Andrea Morricone's charity tribute concert in Hong Kong to father Ennio's work
The connection between the worlds of classical concert music and film scores is well established - not surprisingly given the classical training of most noted composers for the screen.
Andrea Morricone, who has composed concert works for classical ensembles ranging from orchestras to trios, duos and solo instrumentalists and choirs, has film music in his blood. His father is Ennio Morricone, the composer of more than 500 scores for film and television, as well as concert works of his own.
In 1991, father and son jointly won a best film music Bafta award for their work on the soundtrack to Giuseppe Tornatore's Cinema Paradiso (1988). Expect to hear some of those tracks in a new arrangement for piano, clarinet and orchestra at a concert on May 29 at the Academy for Performing Arts in support of several charities.
The featured soloist in the "Concert for Cause Gala - Timeless Masterpieces of Cinema Music" performance, which marks Morricone's Asia debut, is clarinettist Seunghee Lee. Local pianists Julie Kuok and Hui Ling will put in a guest appearance while the orchestra will be made up of professional musicians from across the city.
Lee is also the founder of the "Concert for Cause" series, which began four years ago with lower profile events in support of Hong Kong charities that are, as she puts it, "making a difference, one concert at a time".
A Hong Kong resident, the Korean-American musician has recorded three classical CDs; the most recent - Hidden Treasures, featuring piano and clarinet duets with pianist Evan Solomon - was independently released under her own label via CD Baby in 2014. It made number 2 on Hong Kong Records' classical and jazz music chart, and remained in the top 10 for more than 10 weeks.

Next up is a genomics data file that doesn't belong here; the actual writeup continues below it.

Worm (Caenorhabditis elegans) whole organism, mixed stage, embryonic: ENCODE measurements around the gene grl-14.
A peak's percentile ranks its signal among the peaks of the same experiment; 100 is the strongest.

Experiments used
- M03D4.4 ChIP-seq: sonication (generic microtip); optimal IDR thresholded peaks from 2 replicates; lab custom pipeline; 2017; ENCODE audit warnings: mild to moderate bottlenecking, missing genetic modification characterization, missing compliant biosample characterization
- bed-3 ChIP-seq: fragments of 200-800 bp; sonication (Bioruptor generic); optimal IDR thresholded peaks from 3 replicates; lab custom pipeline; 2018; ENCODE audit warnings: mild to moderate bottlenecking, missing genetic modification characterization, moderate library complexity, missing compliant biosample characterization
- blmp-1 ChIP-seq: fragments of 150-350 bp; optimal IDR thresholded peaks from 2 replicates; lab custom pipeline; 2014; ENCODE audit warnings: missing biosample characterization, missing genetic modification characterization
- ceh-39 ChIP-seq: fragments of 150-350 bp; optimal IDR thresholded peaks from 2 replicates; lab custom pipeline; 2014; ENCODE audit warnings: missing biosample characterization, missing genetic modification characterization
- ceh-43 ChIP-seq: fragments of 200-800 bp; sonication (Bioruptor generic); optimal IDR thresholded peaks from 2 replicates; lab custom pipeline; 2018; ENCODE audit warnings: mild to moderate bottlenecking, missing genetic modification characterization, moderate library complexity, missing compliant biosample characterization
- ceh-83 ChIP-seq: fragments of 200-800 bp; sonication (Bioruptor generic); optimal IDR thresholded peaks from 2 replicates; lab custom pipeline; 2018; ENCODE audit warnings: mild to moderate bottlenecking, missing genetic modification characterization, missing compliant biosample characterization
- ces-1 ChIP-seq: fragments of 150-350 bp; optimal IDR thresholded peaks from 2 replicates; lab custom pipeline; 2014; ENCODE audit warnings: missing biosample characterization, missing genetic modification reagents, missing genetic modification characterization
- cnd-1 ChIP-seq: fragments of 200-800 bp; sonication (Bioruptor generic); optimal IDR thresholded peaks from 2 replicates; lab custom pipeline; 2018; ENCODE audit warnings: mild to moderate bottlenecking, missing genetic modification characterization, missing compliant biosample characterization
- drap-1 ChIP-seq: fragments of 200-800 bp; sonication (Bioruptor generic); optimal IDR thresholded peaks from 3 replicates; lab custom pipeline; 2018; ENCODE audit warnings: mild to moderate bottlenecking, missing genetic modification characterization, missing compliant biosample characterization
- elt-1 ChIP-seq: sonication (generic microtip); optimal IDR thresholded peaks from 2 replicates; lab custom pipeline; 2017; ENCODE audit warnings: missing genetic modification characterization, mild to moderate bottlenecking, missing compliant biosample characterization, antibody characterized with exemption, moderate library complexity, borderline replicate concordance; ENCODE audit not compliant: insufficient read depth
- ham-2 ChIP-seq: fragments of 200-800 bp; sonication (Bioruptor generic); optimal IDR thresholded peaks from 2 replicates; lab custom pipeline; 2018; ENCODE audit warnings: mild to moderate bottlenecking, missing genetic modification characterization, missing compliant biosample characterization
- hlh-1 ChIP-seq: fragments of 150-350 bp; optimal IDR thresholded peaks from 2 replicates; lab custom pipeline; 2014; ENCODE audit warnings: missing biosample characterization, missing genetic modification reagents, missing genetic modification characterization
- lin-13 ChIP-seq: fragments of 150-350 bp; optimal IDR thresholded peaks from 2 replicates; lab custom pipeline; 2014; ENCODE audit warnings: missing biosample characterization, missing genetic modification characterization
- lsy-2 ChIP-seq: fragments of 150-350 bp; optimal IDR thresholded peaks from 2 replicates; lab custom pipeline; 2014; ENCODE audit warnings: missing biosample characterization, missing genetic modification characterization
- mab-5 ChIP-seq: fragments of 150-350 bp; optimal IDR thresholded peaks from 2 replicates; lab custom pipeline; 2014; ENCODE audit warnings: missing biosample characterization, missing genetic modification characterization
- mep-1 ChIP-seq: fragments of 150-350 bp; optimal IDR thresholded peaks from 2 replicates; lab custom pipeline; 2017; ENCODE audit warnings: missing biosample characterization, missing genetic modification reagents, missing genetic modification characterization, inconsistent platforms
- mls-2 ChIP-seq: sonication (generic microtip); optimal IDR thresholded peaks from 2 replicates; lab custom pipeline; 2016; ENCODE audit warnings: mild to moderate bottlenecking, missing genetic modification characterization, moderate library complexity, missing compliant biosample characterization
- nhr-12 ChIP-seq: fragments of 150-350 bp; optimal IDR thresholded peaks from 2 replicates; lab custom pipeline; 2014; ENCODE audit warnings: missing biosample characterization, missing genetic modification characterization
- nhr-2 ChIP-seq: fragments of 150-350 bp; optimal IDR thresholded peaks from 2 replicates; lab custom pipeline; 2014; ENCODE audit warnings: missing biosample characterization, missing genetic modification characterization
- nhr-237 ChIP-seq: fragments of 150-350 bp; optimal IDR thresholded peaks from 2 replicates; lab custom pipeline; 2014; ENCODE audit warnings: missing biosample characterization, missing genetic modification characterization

The silver screen score tunes are something of a departure for Lee, whose recordings to date have drawn exclusively on the classical concert repertoire, although she says that the Cinema Paradiso theme is one of her favourite pieces.
Morricone has arranged several other notable pieces of film music that will be performed during the concert, including his father's Gabriel's Oboe, which first appeared in the score for Roland Joffe's 1986 film, The Mission, and some of Nino Rota's Oscar winning music from The Godfather.
Also featured will be his own La Festa Waltz from L'Industriale (The Entrepreneur), a 2011 film directed by Giuliano Montaldo. The score earned Morricone an Italian Golden Globe award in 2012.
He has clearly followed in his father's footsteps, but has also succeeded in establishing an identity of his own. As a conductor, he is considered by some reviewers to have the more passionately expressive style of the two.
"I have an immense, profound respect for my father as a legendary composer," says Morricone.
"Since childhood I have thought that my music would be a continuation of the musical torch ignited and carried by my father.
"It seems that I am now running forward with his musical ideas and at the same time forging new musical frontiers through innovation, creating the music of the future. I have learned much from him, for which I am deeply grateful."
The net proceeds of the concert will be donated to charities such as Arts with the Disabled Association Hong Kong, New Sight Congo and The Children's Medical Foundation.
"Concert for Cause - Timeless Masterpieces of Cinema Music", May 29, 8pm, HK Academy for Performing Arts, Amphitheatre, 1 Gloucester Rd, Wan Chai, HK$420-HK$1,080. Inquiries: 3128 8288